Dan O’Neill interviewed Teller. Or at least he tried to. As soon as he started asking questions, Teller “cursed loudly and with great facility” and tore up the release form he had just signed to allow O’Neill to use the interview. Despite Teller’s hissy fit, O’Neill’s remarkable book shows how government agencies lied to local people, attempted to bribe scientists with promises of research funding, and manipulated the Alaskan media, which demonstrated “more sycophancy than scrutiny”. But a grass-roots movement of local Alaskans – Eskimo whale hunters, bush pilots, church ladies, and log-cabin conservationists – joined forces with a few principled scientists to successfully oppose America’s nuclear establishment, and in so doing sowed the seeds of modern environmentalism.
Perhaps unsurprisingly, Teller devotes a mere page to this episode in his 2001 Memoirs. Les Viereck, a “soft-spoken and shy” biologist, whose research helped expose the real cost of Teller’s plans, lost his university position because of his opposition to Project Chariot. In a letter, he told his employer: “A scientist’s allegiance is first to truth and personal integrity and only secondarily to an organized group such as a university, a company, or a government.” Now there’s a scientist you could be proud of. HG Wells would have turned him into a heroic character, the kind of scientist who might really save the world.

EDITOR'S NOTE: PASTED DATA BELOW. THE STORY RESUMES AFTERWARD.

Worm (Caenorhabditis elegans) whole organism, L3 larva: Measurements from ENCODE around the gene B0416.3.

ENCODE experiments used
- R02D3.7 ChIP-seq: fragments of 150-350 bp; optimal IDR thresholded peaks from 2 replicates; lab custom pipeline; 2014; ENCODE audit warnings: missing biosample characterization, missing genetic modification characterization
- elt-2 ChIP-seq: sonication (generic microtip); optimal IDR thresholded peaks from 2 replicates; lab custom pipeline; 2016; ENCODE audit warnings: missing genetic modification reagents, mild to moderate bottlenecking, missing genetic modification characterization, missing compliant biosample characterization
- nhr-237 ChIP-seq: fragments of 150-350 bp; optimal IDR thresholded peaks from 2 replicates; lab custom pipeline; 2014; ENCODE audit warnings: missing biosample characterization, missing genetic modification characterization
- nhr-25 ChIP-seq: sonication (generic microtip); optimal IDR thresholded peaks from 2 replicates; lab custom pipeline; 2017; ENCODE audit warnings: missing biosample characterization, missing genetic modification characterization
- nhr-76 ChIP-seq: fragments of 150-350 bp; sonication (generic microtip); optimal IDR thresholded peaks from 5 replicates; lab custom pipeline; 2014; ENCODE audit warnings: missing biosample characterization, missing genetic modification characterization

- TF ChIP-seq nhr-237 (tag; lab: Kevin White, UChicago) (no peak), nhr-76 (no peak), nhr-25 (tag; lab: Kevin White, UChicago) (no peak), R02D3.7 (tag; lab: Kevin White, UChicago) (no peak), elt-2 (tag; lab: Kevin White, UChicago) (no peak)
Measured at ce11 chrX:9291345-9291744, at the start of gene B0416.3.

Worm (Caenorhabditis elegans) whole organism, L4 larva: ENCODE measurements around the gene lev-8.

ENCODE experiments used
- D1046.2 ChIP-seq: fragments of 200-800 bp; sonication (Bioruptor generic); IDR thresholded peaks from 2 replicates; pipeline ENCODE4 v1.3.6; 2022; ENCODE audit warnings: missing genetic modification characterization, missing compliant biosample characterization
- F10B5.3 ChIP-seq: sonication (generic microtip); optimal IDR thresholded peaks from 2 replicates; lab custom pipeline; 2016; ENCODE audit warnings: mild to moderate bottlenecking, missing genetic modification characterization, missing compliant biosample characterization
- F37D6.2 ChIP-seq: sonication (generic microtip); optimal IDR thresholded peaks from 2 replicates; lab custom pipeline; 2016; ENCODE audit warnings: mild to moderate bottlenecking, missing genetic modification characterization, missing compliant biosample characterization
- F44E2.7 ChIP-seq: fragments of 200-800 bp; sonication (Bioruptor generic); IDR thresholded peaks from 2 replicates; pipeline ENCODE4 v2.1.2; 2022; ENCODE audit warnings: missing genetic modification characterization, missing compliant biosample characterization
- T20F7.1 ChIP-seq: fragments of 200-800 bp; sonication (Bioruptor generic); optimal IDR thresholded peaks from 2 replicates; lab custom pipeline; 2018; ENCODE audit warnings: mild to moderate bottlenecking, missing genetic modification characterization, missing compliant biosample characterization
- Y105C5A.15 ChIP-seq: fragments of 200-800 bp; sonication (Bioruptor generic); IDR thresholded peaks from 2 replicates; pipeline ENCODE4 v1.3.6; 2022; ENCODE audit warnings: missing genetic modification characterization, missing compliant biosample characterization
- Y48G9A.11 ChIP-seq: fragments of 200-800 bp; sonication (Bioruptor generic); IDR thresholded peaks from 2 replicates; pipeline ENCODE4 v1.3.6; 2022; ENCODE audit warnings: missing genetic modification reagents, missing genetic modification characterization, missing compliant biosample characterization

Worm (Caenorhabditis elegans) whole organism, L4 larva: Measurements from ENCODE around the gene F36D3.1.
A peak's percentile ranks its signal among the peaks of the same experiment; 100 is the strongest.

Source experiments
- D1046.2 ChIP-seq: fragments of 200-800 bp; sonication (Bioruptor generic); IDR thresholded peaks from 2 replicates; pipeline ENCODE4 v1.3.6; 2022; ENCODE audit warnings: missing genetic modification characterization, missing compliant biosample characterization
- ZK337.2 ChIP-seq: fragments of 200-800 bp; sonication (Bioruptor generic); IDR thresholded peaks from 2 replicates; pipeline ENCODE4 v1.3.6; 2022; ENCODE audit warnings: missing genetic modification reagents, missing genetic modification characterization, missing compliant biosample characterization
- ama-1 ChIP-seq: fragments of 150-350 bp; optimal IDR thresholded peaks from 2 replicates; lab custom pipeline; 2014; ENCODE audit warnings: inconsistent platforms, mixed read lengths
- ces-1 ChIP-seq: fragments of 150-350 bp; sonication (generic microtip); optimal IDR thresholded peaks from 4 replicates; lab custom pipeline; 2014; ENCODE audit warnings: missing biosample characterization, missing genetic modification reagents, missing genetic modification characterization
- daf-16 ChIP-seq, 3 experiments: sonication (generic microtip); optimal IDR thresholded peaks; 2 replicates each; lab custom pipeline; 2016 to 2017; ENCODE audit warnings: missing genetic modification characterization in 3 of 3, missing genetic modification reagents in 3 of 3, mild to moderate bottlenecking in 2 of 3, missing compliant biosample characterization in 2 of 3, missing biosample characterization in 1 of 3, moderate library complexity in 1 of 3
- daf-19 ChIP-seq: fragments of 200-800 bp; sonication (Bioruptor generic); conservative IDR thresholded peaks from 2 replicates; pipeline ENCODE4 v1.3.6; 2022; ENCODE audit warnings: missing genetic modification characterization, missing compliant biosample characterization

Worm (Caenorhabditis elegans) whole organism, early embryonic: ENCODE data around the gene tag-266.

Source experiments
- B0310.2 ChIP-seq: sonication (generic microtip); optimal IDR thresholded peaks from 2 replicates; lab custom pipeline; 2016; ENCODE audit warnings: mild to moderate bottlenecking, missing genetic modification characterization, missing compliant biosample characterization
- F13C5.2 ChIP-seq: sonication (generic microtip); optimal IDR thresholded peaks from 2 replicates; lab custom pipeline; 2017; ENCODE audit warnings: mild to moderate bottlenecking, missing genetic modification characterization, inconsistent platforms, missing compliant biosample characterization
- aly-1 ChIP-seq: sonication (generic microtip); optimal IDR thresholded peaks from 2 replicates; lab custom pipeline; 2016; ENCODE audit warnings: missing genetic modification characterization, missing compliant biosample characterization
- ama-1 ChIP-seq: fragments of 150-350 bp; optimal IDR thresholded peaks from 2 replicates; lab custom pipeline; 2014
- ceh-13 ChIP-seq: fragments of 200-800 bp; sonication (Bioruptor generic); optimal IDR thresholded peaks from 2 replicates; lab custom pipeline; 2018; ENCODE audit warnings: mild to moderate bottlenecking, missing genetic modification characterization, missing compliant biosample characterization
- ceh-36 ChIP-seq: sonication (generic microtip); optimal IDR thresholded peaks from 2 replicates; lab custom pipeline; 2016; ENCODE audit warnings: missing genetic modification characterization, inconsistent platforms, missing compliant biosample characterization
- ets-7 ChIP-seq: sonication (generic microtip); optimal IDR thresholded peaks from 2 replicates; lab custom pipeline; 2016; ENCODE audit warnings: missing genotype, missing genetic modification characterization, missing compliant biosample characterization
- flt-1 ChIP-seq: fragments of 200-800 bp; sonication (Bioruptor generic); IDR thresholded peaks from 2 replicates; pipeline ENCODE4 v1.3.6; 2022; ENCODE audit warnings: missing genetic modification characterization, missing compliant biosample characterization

But perhaps that’s where the problem lies. As the Marquise von O tells the Russian Count at the end of Kleist’s great novella, “she would not have seen a devil in him then if she had not seen an angel in him at their first meeting”. We burden scientists with such impossibly high expectations: they’re going to discover a source of unlimited energy, invent a weapon that will make war impossible, and along the way find a cure for cancer. But when the philosopher’s stone turns into a Pandora’s box, we turn our saviours into Strangeloves. Despite their miraculous discoveries, scientists are only human. We shouldn’t forget that.
O’Neill is rightly scathing about Teller’s role in Project Chariot: it seems Teller and his colleagues were more interested in improving the public image of nuclear weapons than in the lives of Alaskans. A Los Alamos colleague of Teller accused the brilliant scientist of becoming corrupted by his “obsession for power”. According to Emilio Segrè, Teller was “dominated by irresistible passions” that threatened his “rational intellect”. Another colleague said simply, “Teller has a messianic complex”.
Thankfully, for every Teller there is a Les Viereck. If you don’t believe me, then read Mind, Life, and Universe (2007), a wonderfully inspiring collection of interviews with scientists about their lives and work, edited by Lynn Margulis and Eduardo Punset.
But despite this, sometimes a dark suspicion creeps up on me, a nagging fear that somewhere out there a Dr Hoenikker is hard at work, intoxicated by his own genius and the desire for ultimate knowledge. Like Teller, this phantom Strangelove has forgotten Joseph Rotblat’s wise words: “a scientist is a human being first, and a scientist second”. All I can do at such moments is console myself by reciting the well-known Bokononist Calypso:
“Someday, someday, this crazy world will have to end,
And our God will take things back that He to us did lend.
And if, on that sad day, you want to scold our God,
Why go right ahead and scold Him. He’ll just smile and nod.”